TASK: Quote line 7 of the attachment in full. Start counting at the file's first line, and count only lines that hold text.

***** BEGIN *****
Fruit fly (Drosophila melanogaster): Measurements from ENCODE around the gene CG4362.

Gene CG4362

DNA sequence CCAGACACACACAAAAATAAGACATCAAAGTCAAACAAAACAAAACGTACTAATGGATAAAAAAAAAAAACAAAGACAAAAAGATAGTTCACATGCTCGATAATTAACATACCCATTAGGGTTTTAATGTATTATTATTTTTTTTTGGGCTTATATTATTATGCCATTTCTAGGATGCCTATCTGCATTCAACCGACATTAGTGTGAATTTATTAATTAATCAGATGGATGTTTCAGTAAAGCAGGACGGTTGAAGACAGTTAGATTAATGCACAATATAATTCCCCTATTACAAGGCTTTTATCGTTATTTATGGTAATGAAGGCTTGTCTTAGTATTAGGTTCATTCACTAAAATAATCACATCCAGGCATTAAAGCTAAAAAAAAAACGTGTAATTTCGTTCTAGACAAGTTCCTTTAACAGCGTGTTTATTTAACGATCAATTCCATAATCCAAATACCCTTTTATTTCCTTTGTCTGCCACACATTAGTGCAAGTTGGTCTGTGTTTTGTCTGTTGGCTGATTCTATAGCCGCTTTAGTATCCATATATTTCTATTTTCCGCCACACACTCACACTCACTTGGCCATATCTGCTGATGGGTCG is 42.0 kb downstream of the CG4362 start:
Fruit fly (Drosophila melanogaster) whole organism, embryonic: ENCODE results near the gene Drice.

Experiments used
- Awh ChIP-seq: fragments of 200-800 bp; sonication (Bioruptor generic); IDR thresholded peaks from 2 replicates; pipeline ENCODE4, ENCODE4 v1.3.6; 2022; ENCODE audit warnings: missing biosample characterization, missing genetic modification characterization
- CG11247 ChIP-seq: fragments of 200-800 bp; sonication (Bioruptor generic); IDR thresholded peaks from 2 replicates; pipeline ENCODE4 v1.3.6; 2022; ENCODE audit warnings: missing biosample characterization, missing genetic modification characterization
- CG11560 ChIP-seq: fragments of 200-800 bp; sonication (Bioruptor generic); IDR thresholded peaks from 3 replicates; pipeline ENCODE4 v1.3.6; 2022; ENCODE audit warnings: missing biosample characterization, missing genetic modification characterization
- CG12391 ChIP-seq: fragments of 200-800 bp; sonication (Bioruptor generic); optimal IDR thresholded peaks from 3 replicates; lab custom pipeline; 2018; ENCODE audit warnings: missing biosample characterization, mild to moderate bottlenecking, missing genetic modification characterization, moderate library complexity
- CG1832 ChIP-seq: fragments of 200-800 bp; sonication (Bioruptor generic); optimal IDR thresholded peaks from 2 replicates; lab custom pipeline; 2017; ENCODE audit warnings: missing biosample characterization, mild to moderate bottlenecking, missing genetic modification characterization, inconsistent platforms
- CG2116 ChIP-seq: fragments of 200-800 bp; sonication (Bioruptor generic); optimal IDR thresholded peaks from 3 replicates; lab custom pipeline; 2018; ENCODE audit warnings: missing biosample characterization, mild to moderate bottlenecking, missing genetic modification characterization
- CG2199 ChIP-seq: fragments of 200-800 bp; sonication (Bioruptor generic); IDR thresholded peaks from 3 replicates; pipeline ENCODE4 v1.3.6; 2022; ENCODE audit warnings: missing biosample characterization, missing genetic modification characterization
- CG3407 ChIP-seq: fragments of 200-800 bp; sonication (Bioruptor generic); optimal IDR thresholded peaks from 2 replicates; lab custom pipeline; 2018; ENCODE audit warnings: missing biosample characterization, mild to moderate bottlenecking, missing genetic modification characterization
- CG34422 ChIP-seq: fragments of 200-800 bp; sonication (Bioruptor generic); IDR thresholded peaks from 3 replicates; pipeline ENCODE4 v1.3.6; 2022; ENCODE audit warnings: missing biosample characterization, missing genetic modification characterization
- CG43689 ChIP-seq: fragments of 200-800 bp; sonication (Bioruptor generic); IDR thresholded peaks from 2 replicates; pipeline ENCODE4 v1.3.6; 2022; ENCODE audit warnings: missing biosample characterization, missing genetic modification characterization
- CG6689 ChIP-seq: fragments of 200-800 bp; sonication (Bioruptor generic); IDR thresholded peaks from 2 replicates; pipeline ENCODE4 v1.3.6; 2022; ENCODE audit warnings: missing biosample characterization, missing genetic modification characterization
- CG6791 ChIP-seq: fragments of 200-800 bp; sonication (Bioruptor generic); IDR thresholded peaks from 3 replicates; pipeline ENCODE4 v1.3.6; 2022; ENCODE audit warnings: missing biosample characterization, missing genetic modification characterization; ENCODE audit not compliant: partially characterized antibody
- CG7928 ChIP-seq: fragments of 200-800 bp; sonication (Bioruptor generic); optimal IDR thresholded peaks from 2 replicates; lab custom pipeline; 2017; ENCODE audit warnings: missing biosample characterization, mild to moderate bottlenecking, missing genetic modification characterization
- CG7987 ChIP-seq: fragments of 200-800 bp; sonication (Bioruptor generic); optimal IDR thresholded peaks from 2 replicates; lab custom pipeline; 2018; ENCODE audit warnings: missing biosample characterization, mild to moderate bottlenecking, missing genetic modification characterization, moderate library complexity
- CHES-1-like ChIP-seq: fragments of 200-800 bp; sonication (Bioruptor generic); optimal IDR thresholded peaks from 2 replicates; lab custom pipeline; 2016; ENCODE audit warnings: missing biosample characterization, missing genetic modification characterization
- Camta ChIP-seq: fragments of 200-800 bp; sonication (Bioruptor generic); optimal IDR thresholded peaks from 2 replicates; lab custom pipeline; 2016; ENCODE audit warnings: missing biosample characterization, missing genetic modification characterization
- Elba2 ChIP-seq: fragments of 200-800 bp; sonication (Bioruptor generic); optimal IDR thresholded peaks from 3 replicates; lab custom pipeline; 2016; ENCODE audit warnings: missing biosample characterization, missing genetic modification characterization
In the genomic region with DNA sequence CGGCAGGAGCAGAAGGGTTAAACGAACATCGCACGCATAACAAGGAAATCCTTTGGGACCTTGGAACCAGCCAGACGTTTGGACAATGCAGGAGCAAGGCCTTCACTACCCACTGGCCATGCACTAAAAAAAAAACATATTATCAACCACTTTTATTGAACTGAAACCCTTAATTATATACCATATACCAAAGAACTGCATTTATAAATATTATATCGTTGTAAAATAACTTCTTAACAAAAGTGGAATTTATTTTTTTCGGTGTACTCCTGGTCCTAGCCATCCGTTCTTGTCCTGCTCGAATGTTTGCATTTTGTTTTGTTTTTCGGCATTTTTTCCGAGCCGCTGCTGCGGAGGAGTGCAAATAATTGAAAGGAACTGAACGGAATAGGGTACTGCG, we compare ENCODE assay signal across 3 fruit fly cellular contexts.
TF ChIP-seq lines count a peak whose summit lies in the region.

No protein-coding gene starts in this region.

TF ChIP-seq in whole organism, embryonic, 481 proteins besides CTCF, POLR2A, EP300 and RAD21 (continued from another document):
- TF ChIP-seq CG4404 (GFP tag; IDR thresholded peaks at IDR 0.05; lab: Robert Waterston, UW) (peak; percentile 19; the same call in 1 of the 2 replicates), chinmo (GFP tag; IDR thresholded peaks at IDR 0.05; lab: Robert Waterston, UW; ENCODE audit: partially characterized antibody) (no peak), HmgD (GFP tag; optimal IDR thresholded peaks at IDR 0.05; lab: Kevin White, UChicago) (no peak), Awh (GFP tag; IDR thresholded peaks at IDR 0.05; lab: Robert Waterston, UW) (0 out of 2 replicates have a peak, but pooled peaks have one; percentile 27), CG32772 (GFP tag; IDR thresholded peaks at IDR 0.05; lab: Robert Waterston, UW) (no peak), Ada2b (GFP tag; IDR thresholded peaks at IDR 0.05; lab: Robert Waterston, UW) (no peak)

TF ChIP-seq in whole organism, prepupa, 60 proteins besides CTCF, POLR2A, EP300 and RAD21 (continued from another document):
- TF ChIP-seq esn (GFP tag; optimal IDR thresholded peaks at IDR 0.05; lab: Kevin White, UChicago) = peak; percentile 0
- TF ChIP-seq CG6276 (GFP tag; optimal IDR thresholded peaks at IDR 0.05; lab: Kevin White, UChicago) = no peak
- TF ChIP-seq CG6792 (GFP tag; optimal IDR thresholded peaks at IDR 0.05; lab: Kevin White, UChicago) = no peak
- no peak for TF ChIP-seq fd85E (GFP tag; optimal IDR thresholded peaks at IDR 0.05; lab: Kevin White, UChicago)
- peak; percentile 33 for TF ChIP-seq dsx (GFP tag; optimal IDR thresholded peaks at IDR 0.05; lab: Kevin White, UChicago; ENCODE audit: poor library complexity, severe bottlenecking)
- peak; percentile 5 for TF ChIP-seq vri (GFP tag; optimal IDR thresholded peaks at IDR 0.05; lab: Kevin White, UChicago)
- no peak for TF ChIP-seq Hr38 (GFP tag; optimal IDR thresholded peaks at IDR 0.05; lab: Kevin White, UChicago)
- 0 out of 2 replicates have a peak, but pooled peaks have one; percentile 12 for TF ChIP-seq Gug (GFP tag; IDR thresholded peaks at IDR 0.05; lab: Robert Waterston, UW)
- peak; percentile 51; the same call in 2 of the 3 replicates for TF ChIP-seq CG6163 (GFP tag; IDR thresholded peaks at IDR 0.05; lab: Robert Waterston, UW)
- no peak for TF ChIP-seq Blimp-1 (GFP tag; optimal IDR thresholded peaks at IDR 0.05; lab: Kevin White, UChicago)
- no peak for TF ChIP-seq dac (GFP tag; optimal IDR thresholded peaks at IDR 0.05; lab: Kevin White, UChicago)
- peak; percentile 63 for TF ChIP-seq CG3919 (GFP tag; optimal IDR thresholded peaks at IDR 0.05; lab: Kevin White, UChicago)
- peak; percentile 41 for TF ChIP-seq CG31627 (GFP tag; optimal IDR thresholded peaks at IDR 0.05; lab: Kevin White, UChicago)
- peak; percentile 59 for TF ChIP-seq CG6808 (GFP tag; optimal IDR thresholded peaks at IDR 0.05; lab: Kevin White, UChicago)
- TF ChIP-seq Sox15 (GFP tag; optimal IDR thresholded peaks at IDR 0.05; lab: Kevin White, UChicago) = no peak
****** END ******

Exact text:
- CG11247 ChIP-seq: fragments of 200-800 bp; sonication (Bioruptor generic); IDR thresholded peaks from 2 replicates; pipeline ENCODE4 v1.3.6; 2022; ENCODE audit warnings: missing biosample characterization, missing genetic modification characterization